Bank deposits rise in Northeast Arkansas, growth mirrors other regional gains

by George Jared (gjared@talkbusiness.net) 187 views 

Bank deposits have experienced double-digit growth during the past seven years in Northeast Arkansas. As of mid-2017, there were $2.972 billion in bank deposits in the Jonesboro metro, an 18% jump since 2010, according to the Federal Deposit Insurance Corporation (FDIC).

Centennial Bank controlled 25.84% of the deposit market share in the region, as of June 30, 2017, followed by Simmons Bank with 9.16%. IberiaBank (8.01%), Regions Bank (6.83%) and First Community Bank (6.25%) rounded out the top institutions in the region as determined by deposit market share, according to FDIC data.
Centennial Bank Regional President Davy Carter told Talk Business & Politics explosive growth in the region’s banking sector has led to more competition, and it’s a good thing. There are 19 banks in the market with 57 total offices.

“Arkansas is blessed with a lot of good banks,” Carter said. “The positives (of growth) far outweigh the negatives. Competition is good. … We welcome it. It’s a great market here.”

The top four lending institutions remain unchanged since 2010, but their share of the market has shrunk.

In 2013, Conway-based Centennial’s parent company, Home Bancshares, bought Liberty Bank in a $280 million deal. At the time, the deal was the largest in-state banking transaction in the history of Arkansas, and made Home Bancshares the second-largest bank holding company headquartered in Arkansas.

Liberty Bank Chairman Wallace Fowler founded the bank in 2003, and knew Home Bancshares Chairman John Allison for many years. Fowler owned a furniture store on Main Street in Jonesboro in the 1960s and Allison, a Jonesboro native, worked at a clothing store down the street. The two men would often share coffee in those days.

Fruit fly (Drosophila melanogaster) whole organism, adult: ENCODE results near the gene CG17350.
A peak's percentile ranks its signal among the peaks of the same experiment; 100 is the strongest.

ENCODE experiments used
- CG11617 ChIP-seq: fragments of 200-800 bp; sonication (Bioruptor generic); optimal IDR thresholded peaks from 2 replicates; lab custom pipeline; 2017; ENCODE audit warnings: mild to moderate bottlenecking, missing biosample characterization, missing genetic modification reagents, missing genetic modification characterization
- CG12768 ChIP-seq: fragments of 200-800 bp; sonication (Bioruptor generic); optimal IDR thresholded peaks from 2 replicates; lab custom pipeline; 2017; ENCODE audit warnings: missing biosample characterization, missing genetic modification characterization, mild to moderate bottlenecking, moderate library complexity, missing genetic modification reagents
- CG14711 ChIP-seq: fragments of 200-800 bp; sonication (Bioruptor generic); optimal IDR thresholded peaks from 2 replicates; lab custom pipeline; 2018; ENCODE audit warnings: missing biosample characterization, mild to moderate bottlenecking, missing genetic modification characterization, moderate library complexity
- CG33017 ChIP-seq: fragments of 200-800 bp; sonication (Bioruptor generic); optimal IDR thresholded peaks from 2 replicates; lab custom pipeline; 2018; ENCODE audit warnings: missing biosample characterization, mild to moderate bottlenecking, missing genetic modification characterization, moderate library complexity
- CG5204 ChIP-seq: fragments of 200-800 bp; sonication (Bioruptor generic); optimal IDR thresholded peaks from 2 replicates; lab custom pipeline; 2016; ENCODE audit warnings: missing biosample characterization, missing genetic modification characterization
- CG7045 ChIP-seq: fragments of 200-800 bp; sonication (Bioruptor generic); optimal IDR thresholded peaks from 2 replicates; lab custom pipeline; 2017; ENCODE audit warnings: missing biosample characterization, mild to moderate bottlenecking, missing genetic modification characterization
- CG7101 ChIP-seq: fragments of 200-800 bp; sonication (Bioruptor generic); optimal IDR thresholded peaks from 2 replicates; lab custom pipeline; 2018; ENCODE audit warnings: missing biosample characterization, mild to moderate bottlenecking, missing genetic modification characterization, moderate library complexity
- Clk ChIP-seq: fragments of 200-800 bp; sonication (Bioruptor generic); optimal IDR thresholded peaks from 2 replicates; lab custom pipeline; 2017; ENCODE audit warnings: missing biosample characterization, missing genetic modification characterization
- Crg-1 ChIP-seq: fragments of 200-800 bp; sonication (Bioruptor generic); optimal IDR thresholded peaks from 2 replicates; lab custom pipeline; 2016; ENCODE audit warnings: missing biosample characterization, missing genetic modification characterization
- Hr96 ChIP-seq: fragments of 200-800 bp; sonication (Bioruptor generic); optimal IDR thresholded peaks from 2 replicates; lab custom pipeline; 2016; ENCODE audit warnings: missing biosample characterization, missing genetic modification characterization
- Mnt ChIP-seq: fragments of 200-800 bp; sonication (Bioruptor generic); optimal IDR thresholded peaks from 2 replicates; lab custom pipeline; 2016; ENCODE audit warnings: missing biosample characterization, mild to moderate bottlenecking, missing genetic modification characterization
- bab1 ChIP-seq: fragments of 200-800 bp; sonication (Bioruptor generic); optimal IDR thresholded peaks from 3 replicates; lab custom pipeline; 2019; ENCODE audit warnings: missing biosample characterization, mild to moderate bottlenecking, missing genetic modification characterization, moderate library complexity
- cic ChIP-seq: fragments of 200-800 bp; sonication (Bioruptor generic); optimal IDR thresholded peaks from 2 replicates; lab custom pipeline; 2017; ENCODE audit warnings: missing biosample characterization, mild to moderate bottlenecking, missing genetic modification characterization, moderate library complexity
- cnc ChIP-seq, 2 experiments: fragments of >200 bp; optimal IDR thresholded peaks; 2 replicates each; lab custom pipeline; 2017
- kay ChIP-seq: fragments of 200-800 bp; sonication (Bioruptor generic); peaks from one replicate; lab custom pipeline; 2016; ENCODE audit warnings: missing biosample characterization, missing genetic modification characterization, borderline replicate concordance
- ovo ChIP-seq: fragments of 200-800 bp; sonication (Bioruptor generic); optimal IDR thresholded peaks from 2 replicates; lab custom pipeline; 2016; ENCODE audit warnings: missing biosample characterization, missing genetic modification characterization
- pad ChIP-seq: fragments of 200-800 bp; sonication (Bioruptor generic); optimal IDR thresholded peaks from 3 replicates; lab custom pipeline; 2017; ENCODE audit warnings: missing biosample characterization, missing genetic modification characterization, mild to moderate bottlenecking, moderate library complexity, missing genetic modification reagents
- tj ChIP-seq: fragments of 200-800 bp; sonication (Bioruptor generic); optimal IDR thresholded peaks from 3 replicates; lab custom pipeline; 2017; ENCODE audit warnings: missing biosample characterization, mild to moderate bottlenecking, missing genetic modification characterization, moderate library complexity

Home Bancshares (NASDAQ: HOMB) finished 2017 with more than $14 billion in assets, aided by a blockbuster Florida merger. For the period ended Dec. 31, the holding company reported net income of $23.3 million or 13 cents per share, down 50% from $46.8 million or 35 cents a year ago. Excluding a one-time charge of $36.9 million related to tax liability changes, earnings for the quarter were $60.2 million or 35 cents per share. Wall Street had expected the Arkansas regional bank to post fourth-quarter earnings of 34 cents per share, according to Thomson Reuters.

For the year, Home Bancshares reported net income of $135.1 million or 89 cents per share, compared to year-ago results of $177.1 million or $1.26 per share. Those results include one-time charges related to Hurricane Irma and merger-related expenses, and the aforementioned provision for changes in future tax liabilities.

DEPOSIT MARKET SHARE
Liberty Bank, then based in Jonesboro, controlled 34.43% of the $2.51 billion bank deposit market in Jonesboro in 2010, according to the FDIC. Centennial’s share has dropped by nearly 10% since then, while Simmons fell from 10.04% to 9.16%, IberiaBank fell from 8.24% to 8.01%, and Regions Bank fell from 8.16% to 6.83%.

During the past three years, however, Centennial’s market share has grown. In 2015, the bank controlled 23.1% of the market, and that grew to 25.21% by 2016. Simmons Bank accounted for 10.37% of the market in 2015, and dropped to 10.18% the next year.

Bank deposit growth remained relatively flat from 2010 to 2015. During that five-year period, it grew from $2.510 billion to $2.527 billion. In the last three years those deposits have ballooned by more than $445 million. An improved economy, stronger jobs market, and commercial growth have led to the recent boom, Carter said. The healthcare sector has experienced major growth in recent years, and has solidified Jonesboro as a regional medical care hub, he said.

NEA Baptist Hospital opened a $400 million hospital four years ago on U.S. 49 in the northeast section of the city. The hospital initially had 180 hospital beds. By 2017, it ballooned to 228 beds and there is room to expand by another 72 beds. When the campus was first built it was one of the largest private capital projects, in terms of dollars spent, in state history. Businesses have been growing around the new hospital.

St. Bernards is on the verge of completing the second phase of a four-phase plan to renovate itsentire campus. The Heartcare Center was expected to be finished by the end of March, Vice President of Affiliated and Senior Services Kevin Hodges said. The $137.5 million project is expected to be completed by the end of 2019, and will increase the building space on the downtown Jonesboro campus by 25% to 1.026 million square feet, he said. More than four years ago, administrators decided to formulate a plan to renovate and streamline services, he said.

TECHNOLOGY, CUSTOMER EXPECTATIONS
Banks and banking needs have significantly changed during the last couple of decades, Centennial Bank Northeast Arkansas Division President Deana Osment told Talk Business & Politics. Regulations are stricter and it’s a more competitive market in Jonesboro, she said. Two generations of customers are accustomed to getting their information from their smartphones.